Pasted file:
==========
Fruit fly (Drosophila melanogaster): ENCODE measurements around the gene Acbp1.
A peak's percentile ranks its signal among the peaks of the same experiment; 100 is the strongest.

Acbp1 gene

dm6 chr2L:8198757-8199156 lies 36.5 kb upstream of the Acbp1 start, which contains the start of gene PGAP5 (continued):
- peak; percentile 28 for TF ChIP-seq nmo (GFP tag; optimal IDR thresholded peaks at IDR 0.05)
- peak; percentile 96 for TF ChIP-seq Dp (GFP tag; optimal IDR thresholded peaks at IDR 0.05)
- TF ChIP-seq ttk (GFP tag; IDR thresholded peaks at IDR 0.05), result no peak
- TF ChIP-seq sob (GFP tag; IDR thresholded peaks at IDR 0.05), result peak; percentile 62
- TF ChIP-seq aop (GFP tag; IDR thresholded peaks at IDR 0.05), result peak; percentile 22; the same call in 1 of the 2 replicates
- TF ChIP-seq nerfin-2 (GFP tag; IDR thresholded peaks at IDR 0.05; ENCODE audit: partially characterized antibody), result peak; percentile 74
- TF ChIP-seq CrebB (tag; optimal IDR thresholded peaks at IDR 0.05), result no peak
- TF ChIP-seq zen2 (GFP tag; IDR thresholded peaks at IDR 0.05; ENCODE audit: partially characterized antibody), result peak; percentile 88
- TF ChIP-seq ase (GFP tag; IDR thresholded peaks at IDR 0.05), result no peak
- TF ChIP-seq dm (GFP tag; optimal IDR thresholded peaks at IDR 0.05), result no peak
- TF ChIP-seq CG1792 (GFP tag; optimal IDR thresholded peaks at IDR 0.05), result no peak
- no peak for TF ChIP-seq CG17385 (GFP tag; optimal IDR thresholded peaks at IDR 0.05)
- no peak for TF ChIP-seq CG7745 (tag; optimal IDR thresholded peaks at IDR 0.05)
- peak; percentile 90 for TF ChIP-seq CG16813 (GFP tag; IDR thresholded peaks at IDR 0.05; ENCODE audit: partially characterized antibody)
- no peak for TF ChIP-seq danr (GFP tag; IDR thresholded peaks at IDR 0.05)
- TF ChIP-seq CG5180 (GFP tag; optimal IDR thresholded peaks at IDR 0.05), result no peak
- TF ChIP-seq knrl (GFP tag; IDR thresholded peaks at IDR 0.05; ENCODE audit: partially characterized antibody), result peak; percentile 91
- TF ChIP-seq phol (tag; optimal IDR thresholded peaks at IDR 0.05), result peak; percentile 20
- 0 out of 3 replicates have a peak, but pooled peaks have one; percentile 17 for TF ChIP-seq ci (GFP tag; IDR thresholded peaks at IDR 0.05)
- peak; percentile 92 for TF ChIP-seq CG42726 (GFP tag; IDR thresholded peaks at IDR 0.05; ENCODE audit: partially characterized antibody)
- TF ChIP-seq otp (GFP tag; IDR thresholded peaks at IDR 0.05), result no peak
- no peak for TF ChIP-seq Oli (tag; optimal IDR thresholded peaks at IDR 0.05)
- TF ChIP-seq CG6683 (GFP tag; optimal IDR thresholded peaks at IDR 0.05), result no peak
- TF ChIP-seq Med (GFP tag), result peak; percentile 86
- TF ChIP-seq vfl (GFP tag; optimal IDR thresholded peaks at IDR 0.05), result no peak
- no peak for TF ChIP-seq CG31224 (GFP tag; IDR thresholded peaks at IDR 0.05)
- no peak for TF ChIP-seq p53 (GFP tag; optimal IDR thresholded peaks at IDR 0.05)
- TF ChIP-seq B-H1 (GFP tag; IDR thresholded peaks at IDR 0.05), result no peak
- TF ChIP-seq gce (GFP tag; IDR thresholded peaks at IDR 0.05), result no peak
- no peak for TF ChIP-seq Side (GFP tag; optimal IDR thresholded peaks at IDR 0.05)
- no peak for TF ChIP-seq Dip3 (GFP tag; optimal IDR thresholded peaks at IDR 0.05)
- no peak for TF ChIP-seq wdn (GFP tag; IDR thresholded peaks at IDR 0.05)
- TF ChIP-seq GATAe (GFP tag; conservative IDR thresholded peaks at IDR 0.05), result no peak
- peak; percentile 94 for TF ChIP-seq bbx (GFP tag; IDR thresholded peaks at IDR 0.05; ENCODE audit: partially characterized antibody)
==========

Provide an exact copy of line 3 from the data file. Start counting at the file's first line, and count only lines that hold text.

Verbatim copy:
Acbp1 gene